How Trump’s executive order on antisemitism originated in Harry Reid’s office

Behind the Scenes

executive order on antisemitism

OFFICIAL WHITE HOUSE PHOTO BY SHEALAH CRAIGHEAD

President Donald Trump is expected to sign an executive order today that will formally adopt the International Holocaust Remembrance Alliance (IHRA) definition of antisemitism. 

Details: The measure, which penalizes colleges and universities under federal anti-discrimination laws if they tolerate antisemitic activities, comes in place of the Antisemitism Awareness Act, which had been stalled in Congress. The legislation would have applied the IHRA definition, which the State Department adopted in 2016, to the Department of Education. Trump’s executive order applies the definition to the Department of Justice’s enforcement of Title VI of the Civil Rights Act of 1964 as well. 

Worth noting: The groundwork for the executive order was laid in 2004 by Ken Marcus, at the time the assistant secretary of education for civil rights, and reaffirmed in 2010 by Russlynn Ali, who held the same position in the Obama administration. In a letter to colleagues at the time, Ali wrote, “While Title VI does not cover discrimination based solely on religion, 14 groups that face discrimination on the basis of actual or perceived shared ancestry or ethnic characteristics may not be denied protection under Title VI on the ground that they also share a common faith.” Ali listed Jews, Muslims and Sikhs among the groups facing discrimination.

Behind the scenes: Wednesday’s signing is the culmination of a multi-year effort led by an influential group of Democrats and a private equity businessman from New York. Five years ago, Apollo Global Management co-founder Marc Rowan visited then-Senate Majority Leader Harry Reid in Washington to discuss the rise of antisemitism. Attendees at the meeting included Reid’s chief of staff, David Krone, and super-lobbyist Norm Brownstein, a long-standing Jewish community leader from Denver. Reid proposed the idea of pushing a wider adoption of the State Department’s definition and Rowan, Krone and Brownstein spent the next five years building a coalition of organizations to push legislation through Congress. Reid himself continued to work on the issue even after leaving the Senate, including hosting a town hall on antisemitism in Las Vegas earlier this year.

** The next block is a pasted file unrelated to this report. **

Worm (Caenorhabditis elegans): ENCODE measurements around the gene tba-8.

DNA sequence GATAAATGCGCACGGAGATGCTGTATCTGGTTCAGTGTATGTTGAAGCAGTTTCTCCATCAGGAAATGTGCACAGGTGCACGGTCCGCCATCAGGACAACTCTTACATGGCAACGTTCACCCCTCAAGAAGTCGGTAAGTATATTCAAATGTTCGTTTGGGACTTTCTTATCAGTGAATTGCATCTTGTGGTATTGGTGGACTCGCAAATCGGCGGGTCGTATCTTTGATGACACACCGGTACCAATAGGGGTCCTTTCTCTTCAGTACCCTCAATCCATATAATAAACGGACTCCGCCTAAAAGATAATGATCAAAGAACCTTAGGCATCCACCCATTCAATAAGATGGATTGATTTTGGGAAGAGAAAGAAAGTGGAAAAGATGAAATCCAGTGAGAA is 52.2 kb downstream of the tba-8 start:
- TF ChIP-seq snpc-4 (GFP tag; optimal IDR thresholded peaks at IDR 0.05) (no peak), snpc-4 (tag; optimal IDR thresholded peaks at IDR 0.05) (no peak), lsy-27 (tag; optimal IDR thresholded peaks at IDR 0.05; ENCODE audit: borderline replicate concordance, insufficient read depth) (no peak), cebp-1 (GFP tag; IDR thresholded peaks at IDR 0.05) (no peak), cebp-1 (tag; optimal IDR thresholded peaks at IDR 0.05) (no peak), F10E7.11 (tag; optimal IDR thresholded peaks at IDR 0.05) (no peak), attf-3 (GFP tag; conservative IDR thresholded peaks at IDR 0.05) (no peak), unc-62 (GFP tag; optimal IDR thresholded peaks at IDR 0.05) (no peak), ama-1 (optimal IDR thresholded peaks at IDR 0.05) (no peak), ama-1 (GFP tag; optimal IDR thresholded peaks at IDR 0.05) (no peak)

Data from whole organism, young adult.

Multiple Tries: The bipartisan legislation, the Anti-Semitism Awareness Act of 2016, which was introduced by Sens. Tim Scott (R-SC) and Bob Casey (D-PA), passed the Senate on December 1, 2016 before being blocked in the House by former Rep. Bob Goodlatte (R-VA), the House Judiciary chair at the time. Rep. Doug Collins (R-GA) reintroduced the bill this past summer. In October, Collins accused the Democratic House majority of refusing to bring the legislation up for a vote because they “can’t seem to agree on condemning the rank antisemitism within their own party.” 

Plan B: “We had come to the realization that the legislation was not going to pass the House,” Krone explained, adding, “It is what it is.” So the group looked for Plan B and Rowan decided to approach Jared Kushner about the possibility of Trump signing an executive order. “To their credit, they took action,” Krone says of the White House. 

Notable praise: “There are a lot of people who were helpful along the way, but I have to give the president credit for getting this done,” Krone acknowledged. While it is certainly unusual for a longtime Harry Reid confidant to praise Trump, according to Krone, “the fight against anti-Semitism is too important to let partisanship play a role.”

The legal debate: Paul Clement, the former U.S. solicitor general, testified before Congress in 2017 that the effort does not violate the First Amendment. 

James Loeffler, a professor of Jewish history at the University of Virginia, explained in The Atlantic earlier this year why singling out American Jews for special protection could do more harm than good. Daniel Hemel, assistant professor at the University of Chicago Law School, pointed out that the Supreme Court — in a unanimous 1987 decision — has already characterized Jews as a race and nationality.

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